County Probation Officers Recognized

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The Hendricks County Flyer on 09/01/2017 by Stephanie Dolan

DANVILLE — The vision of the Hendricks County Probation Department is to reduce recidivism through evidence-based cognitive behavior self-change programming and case planning.

Hendricks County Probation oversees both adult and juvenile probation as well as home detention. Cases that come through the probation office range from theft to drinking and driving to battery and sex offenses.

Recently, the Probation Officers Professional Association of Indiana (POPAI) announced that Brittany Stodghill and Ben Neureiter of Hendricks County Probation were winners of the Rookie of the Year Award and the Line Officer of the Year Award, respectively.

“These guys were both nominated for a number of reasons, and they were unanimously voted winners by the committee,” Chief Probation Officer Susan Bentley said. “Nominations have to be received from judges as well as co-workers or supervisors detailing reasons why the candidate is the best one to receive the award.”

The honors ceremony will be officially awarded this month at the POPAI Fall Conference in French Lick, but only Neureiter will be in attendance.

“I’ll be on my honeymoon,” Stodghill said.

Stodghill started with the probation office as an administrative assistant, and was offered the position of probation officer the following year.

“It was actually a year ago today that Susan offered me the job,” she said. “It’s very rewarding, and I love it. Most days I leave very satisfied knowing that I’ve tried to make an impact on at least one person. I try to help as many as I can, but you’re always going to have those who aren’t receptive to your help or to what you say.”

Stodghill said the best thing about her job is knowing when she does have a positive impact on someone and that she’s helped to change a life. She also said that growing up with an alcoholic father who was very abusive to her mother and often in and out of jail is what inspired her to enter the field.

“Maybe he didn’t have a good probation officer who could have helped him like they should have,” she said.

She added that she was pleased and surprised when she heard about her award nomination.

“But I really didn’t think I’d win,” she said.

Neureiter was just as surprised to hear that he’d won Line Officer of the Year. His focus is mainly on sex offender cases, along with field work.

“When I first started, I was like Brittany,” he said. “I thought I was going to change the world. But then the job humbles you real quick. I actually started hating it because I got sick of every case failing. I moved to South Carolina for two years. But I came back. When I did, things were a lot better. We have different judges with different philosophies than those we used to work for.”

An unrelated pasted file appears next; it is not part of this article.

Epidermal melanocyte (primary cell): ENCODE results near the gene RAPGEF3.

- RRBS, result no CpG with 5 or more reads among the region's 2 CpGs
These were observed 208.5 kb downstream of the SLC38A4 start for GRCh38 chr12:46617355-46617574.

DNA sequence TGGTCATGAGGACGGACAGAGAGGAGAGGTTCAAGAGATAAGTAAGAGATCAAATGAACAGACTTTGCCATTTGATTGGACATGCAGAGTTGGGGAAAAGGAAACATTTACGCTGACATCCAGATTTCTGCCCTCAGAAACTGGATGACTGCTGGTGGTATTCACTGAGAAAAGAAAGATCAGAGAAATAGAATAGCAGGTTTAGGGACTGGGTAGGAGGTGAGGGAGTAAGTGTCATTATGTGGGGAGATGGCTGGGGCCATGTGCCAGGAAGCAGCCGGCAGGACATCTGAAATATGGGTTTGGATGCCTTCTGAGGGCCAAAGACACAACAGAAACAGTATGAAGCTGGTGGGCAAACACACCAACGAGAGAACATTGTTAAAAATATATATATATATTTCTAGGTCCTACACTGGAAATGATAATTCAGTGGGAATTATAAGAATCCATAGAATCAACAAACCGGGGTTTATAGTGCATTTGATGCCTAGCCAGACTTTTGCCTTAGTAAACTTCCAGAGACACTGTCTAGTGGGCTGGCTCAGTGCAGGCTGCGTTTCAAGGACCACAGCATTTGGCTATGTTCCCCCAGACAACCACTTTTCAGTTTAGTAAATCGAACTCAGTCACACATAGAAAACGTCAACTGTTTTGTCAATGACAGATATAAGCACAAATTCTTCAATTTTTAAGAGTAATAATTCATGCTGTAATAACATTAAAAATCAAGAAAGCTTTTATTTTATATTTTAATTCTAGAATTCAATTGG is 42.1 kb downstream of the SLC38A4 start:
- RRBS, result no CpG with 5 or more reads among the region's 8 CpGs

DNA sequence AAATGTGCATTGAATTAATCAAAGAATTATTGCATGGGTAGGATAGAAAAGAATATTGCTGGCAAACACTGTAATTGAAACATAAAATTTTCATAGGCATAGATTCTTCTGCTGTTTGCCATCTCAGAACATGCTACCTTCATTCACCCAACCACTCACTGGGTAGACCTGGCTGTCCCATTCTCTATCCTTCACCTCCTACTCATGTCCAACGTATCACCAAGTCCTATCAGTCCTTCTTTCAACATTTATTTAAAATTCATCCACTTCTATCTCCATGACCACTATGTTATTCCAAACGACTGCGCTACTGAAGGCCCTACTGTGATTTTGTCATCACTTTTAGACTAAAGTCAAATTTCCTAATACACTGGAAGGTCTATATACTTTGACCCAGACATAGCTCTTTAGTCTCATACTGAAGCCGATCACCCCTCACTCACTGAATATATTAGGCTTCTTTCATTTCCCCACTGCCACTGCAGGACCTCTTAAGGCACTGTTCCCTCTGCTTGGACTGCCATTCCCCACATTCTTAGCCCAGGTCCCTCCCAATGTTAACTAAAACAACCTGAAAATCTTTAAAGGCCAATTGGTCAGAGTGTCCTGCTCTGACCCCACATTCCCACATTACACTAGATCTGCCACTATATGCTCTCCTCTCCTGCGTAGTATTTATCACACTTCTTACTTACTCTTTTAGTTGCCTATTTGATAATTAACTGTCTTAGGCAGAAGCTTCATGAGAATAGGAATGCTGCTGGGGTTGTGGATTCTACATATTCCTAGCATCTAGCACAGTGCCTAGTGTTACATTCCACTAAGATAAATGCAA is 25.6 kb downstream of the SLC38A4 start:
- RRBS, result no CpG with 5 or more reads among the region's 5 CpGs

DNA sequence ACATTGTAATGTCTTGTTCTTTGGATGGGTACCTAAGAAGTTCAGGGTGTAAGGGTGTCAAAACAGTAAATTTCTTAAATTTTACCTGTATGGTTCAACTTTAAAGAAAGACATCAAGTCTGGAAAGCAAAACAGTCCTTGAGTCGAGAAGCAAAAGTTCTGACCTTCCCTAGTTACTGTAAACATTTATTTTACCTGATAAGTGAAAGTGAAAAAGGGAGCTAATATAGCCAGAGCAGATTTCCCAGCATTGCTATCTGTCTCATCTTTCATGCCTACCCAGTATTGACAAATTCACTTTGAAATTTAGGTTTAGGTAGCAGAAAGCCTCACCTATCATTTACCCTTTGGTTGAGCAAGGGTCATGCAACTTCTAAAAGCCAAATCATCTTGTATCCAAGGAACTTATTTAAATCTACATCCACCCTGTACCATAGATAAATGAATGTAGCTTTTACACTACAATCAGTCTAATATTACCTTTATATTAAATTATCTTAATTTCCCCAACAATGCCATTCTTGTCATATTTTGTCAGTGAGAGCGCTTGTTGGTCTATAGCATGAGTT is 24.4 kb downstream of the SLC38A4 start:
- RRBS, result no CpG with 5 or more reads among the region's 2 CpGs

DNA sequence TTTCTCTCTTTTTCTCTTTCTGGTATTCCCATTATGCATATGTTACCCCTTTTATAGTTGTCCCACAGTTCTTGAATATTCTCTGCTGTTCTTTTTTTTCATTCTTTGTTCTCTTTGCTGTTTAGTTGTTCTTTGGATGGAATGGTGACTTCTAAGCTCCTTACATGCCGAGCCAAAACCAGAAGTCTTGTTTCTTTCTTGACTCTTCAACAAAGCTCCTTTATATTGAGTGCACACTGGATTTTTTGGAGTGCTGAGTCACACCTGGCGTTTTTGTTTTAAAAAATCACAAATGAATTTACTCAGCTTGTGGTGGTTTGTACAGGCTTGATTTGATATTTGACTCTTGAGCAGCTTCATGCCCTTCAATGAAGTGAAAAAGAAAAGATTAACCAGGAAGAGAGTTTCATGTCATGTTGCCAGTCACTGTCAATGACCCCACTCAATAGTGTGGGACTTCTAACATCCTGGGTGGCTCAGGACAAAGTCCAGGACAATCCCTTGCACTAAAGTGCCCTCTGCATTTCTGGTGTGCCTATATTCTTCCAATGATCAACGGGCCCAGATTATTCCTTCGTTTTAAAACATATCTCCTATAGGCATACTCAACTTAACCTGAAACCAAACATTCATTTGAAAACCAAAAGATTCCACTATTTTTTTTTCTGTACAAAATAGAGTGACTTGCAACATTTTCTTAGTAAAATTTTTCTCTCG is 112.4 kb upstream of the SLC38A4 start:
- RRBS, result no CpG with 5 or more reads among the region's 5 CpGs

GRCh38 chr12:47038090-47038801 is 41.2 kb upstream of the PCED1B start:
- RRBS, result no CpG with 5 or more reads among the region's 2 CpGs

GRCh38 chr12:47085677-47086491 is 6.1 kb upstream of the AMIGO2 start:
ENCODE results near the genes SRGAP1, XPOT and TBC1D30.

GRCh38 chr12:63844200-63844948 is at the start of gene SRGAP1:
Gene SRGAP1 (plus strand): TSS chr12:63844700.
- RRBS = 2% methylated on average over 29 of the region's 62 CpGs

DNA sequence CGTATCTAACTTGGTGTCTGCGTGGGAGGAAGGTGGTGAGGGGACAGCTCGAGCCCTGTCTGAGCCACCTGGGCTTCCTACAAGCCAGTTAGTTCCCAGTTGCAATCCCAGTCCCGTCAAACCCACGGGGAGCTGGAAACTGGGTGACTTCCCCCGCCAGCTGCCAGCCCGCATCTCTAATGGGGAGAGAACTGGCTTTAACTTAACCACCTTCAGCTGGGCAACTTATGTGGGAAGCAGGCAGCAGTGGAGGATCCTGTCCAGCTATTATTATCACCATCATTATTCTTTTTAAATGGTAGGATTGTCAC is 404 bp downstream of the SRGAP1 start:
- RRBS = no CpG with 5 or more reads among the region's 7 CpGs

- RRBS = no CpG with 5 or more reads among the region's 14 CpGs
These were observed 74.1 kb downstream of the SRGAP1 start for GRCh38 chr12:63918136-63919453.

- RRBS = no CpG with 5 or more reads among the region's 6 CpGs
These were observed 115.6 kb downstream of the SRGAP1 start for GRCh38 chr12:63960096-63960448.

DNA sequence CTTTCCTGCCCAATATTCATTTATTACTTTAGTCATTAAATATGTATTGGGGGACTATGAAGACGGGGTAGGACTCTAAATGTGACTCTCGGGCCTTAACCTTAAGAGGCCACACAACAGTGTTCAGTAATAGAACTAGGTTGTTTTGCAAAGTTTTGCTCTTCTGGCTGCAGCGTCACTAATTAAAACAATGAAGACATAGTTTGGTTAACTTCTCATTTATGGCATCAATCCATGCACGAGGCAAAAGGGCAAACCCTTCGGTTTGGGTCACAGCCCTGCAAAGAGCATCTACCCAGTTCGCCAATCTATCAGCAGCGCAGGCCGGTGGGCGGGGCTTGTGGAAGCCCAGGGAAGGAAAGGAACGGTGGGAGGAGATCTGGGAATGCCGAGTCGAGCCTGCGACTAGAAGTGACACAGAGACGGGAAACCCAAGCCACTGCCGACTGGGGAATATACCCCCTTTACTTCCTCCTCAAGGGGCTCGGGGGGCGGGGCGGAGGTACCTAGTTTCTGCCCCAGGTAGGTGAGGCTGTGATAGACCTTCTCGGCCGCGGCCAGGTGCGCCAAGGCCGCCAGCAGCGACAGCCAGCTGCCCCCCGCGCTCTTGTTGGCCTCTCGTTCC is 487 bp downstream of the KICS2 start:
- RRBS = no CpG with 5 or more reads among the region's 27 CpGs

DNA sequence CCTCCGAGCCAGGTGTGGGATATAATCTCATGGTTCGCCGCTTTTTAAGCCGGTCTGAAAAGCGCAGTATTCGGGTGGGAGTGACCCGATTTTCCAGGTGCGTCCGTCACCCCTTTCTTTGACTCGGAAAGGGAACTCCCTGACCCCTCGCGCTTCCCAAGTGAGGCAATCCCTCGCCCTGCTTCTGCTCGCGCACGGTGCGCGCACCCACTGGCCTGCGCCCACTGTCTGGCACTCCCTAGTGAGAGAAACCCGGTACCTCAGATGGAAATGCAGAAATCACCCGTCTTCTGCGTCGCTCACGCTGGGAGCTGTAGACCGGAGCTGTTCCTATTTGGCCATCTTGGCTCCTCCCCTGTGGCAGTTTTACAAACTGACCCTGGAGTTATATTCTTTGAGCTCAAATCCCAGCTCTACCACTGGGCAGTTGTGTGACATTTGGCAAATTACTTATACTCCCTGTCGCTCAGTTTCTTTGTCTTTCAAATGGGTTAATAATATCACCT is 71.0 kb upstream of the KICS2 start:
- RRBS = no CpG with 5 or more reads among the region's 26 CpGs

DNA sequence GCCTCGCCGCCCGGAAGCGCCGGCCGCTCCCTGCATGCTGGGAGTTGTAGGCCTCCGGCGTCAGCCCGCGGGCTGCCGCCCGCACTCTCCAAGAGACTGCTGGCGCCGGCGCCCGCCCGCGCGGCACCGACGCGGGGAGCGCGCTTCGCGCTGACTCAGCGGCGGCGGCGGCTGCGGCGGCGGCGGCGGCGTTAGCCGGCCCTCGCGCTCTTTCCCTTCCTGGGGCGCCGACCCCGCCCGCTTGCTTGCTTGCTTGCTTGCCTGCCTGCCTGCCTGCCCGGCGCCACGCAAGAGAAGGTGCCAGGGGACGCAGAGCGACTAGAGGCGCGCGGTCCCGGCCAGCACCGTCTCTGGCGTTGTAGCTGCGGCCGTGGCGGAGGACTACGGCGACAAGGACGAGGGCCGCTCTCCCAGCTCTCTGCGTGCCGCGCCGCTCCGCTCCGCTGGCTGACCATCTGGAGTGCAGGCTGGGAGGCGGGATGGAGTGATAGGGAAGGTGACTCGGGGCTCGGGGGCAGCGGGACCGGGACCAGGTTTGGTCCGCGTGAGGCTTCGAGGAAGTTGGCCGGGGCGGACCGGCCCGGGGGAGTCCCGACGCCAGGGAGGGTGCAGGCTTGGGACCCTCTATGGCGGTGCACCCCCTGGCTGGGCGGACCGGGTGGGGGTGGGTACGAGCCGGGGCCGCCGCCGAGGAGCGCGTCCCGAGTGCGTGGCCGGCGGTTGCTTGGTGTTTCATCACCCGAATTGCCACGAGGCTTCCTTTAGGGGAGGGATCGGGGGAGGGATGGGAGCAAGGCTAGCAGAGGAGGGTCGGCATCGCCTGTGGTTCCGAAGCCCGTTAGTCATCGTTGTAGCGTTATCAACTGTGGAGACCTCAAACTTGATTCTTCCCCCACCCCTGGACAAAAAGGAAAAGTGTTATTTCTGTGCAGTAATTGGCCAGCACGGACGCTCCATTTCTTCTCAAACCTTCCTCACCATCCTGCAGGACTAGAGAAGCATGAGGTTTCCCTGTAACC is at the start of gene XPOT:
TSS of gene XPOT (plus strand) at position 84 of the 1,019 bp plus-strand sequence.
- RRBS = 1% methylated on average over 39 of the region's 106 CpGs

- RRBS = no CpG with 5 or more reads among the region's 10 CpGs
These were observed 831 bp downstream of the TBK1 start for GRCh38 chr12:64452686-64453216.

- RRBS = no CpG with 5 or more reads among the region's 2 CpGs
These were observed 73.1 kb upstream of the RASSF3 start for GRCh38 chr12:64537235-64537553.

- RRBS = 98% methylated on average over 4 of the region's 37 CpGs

With regard to the offenders with whom Neureiter typically works, he said that he looks at them as he would any addict.

“I worked with the drug court a little bit, and I have a new appreciation for addicts,” he said. “We all have our vices and issues, and when I was working with the drug court I’d meet with those offenders two to three times a week and figure out how they got to that point. Sex offenders are no different. When you do this job, you learn that there’s a reason that everybody is where they are.”

Neureiter added that dealing with sex offense cases can certainly be more difficult than others, but there’s always an explanation as to what brought them to the point of offending.

“You view it a little bit differently,” he said.

Both Stodghill and Neureiter said that remaining neutral is integral to the role of a successful probation officer.

“To be a good officer, you have to be non-judgmental,” Neureiter said. “Don’t judge a book by its cover.”

“When a client first comes in, I don’t judge,” Stodghill added. “I ask a lot of questions, and I want to get to know the client. I think you have to have the attitude that everyone has a chance, but they are ultimately in control of their own lives. We can’t make them not get in trouble. We can only believe they can do it.”

Neureiter added that he believes probationers often get a bad rap.

“[Offenders] have done stuff that many of us have done,” he said. “They just got caught. When I graduated from college, I had no direction. Probably should have been on probation myself. There are people who get in trouble over and over again, and those cases are frustrating. But then there are those who just simply made a mistake.”

For more information on the Hendricks County Probation Office, visit the website at